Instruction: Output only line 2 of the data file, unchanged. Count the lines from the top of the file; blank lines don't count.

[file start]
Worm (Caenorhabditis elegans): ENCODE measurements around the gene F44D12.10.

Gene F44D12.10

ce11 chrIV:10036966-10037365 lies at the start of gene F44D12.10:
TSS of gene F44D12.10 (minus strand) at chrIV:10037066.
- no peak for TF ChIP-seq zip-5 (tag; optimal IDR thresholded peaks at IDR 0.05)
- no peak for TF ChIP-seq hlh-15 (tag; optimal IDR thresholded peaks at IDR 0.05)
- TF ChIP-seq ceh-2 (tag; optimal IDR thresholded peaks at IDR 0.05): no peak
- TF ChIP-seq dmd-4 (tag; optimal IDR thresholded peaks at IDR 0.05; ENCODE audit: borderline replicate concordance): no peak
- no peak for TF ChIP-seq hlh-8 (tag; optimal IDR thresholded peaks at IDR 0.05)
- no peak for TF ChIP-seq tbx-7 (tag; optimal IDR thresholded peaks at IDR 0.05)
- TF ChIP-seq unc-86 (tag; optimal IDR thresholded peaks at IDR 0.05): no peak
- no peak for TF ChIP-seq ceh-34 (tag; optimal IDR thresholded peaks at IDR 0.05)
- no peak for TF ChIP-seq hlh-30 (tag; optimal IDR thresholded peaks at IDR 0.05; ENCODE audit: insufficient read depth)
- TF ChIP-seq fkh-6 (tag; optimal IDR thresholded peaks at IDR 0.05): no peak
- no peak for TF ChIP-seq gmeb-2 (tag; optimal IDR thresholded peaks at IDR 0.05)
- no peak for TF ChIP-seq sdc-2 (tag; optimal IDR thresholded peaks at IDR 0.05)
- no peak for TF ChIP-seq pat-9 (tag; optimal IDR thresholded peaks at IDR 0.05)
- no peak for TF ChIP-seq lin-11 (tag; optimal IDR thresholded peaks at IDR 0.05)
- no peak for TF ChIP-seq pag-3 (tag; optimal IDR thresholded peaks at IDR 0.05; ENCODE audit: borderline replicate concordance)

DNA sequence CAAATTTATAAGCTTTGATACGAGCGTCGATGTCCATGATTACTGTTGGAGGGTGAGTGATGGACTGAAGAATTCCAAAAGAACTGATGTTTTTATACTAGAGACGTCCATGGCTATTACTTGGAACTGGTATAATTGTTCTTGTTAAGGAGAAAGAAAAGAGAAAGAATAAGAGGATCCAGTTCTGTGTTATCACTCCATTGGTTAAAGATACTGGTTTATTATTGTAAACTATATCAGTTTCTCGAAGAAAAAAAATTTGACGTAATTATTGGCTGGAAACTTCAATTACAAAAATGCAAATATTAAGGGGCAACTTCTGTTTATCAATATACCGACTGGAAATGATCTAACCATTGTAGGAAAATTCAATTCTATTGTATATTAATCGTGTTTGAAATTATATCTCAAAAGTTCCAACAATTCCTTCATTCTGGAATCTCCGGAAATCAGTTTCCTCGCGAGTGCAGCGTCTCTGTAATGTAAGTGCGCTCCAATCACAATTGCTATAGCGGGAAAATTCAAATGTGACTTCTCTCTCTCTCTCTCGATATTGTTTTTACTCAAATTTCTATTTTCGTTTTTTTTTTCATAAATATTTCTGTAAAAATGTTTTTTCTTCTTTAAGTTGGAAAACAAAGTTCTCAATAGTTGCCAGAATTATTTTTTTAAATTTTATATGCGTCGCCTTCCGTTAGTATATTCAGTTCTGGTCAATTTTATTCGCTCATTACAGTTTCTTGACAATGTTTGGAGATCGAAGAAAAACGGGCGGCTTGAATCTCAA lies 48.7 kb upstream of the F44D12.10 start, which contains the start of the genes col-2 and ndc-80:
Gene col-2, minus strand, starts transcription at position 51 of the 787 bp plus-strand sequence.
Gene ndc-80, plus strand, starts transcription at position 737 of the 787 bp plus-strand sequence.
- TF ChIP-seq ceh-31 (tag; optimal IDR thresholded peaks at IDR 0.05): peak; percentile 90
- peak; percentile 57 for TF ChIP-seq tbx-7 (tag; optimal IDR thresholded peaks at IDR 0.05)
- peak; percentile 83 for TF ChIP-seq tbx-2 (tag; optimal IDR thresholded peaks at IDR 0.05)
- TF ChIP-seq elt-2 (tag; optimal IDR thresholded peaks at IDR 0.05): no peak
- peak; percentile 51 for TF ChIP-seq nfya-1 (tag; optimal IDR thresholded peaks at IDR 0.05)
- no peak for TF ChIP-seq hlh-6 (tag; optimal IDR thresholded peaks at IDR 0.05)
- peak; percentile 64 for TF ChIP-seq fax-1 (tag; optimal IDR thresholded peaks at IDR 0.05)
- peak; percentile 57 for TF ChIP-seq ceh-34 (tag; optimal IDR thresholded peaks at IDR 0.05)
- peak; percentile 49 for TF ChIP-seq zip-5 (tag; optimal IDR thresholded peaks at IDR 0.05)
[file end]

Gene F44D12.10